Arm announced strategic partnerships for its Pelion IoT platform with Intel, MyDevices and Arduino to increase IoT flexibility, simplicity and scalability for organisations.
 
Arm is building ecosystems by fostering a diverse team of partners to enable IoT to scale securely. In addition, Arm is announcing Mbed Linux OS, which builds on its Mbed OS IoT platform OS with more than 350,000 developers by enabling secure and rapid development and device management of IoT devices based on Cortex-A.
 
Arm also announced Neoverse, a dedicated roadmap and brand of purpose-built IP for 5G networks and next-generation cloud to edge infrastructure. Neoverse is designed for higher-levels of performance, security and scalability to enable best-in-class compute, networking and storage.
 
Lynx Software Technologies demonstrated LynxSecure, its separation hypervisor. LynxSecure simplifies safety certification processes for Arm-based designs, providing military-grade security coupled with virtualisation to multi-core Arm SoC-based designs. LynxSecure is available on the Xilinx Zynq Ultrascale+ MPSoC and the NXP S32V.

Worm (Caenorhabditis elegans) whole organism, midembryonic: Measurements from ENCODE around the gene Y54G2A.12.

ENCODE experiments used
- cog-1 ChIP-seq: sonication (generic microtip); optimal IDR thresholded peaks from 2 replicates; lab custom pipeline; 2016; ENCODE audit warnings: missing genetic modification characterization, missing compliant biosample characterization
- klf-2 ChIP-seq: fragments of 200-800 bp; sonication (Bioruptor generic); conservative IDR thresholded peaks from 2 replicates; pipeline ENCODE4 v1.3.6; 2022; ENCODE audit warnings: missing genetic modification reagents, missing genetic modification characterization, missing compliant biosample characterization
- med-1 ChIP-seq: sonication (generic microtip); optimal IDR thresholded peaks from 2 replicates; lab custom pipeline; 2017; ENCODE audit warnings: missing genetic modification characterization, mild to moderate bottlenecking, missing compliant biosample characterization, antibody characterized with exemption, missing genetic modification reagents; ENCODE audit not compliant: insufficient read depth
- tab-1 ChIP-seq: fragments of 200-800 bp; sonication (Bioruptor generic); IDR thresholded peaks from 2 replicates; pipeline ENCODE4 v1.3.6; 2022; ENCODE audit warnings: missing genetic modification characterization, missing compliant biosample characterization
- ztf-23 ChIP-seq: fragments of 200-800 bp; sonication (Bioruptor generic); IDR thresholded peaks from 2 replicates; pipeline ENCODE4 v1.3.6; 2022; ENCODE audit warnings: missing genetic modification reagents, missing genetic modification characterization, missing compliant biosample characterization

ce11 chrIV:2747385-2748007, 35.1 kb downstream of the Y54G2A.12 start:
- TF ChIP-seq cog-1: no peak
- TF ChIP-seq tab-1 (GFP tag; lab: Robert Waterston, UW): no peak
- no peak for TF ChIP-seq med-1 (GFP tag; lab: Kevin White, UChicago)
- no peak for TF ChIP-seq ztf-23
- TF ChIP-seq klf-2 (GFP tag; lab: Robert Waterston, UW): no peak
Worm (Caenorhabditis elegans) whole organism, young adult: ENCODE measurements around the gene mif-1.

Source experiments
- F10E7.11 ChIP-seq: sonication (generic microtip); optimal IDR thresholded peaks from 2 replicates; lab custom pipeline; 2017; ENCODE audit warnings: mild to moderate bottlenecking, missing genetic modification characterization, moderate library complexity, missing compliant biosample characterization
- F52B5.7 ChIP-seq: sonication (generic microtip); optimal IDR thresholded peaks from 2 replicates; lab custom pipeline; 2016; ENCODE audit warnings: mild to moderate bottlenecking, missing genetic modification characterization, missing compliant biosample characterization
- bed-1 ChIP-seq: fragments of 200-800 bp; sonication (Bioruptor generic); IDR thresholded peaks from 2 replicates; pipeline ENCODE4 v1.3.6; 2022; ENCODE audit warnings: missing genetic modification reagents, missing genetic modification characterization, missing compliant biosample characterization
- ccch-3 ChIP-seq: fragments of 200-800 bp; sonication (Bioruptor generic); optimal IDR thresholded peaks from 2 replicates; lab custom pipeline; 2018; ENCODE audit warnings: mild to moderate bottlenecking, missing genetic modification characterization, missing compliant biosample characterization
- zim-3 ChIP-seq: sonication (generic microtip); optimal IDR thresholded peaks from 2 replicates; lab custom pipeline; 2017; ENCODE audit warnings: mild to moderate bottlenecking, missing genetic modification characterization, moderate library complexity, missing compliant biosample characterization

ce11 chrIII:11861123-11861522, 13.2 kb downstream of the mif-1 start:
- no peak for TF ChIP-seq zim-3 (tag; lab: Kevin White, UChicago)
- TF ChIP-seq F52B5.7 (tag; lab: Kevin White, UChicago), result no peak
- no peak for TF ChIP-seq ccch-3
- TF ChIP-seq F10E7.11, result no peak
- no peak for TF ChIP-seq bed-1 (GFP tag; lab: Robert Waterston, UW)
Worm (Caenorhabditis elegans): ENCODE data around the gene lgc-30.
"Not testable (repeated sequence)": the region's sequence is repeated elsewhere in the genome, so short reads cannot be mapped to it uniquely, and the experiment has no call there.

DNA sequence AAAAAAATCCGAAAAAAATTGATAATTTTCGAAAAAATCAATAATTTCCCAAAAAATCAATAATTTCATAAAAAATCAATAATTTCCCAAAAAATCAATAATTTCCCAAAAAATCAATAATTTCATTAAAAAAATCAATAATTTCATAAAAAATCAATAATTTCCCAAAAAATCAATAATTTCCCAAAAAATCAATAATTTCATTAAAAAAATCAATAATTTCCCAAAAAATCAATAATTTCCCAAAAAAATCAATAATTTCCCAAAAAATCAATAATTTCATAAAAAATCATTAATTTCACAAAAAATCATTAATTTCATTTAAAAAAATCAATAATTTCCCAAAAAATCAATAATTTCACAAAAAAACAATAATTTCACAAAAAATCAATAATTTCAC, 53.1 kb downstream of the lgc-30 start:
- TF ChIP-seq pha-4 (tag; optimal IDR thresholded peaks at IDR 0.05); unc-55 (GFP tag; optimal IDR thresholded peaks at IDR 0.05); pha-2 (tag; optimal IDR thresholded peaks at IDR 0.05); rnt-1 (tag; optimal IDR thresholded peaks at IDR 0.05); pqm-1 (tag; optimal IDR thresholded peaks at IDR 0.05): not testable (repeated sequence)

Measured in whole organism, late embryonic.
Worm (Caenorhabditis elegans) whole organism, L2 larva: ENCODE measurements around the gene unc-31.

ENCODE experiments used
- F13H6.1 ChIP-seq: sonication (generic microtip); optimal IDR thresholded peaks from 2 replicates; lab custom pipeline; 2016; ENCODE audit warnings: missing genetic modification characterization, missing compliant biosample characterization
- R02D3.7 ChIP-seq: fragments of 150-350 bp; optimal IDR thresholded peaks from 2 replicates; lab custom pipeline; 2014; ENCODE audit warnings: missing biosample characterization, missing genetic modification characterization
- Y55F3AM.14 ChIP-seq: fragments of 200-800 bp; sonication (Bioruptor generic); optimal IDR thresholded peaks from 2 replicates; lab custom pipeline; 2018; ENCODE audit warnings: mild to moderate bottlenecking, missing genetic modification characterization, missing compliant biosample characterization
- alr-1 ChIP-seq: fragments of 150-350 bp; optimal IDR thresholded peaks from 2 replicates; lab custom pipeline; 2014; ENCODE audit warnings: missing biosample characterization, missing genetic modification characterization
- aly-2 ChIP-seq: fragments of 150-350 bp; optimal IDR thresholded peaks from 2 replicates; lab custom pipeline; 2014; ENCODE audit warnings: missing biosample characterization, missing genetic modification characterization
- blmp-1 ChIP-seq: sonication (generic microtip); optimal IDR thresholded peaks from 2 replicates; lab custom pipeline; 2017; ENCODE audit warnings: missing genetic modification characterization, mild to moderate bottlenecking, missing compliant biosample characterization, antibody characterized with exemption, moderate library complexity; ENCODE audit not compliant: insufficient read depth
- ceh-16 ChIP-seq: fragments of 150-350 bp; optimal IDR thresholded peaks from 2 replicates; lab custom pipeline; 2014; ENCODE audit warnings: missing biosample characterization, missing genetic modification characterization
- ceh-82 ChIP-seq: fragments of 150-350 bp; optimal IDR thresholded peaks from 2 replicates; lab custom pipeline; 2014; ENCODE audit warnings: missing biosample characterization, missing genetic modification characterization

“LynxSecure supports mixed criticality development, from bare metal code running alongside full stack Linux, with secured communications capabilities between safely separated applications, allowing the mixing and matching of runtime environments on multi-core Arm-based SoCs,” said Lee Cresswell, vice president of global sales at Lynx Software Technologies.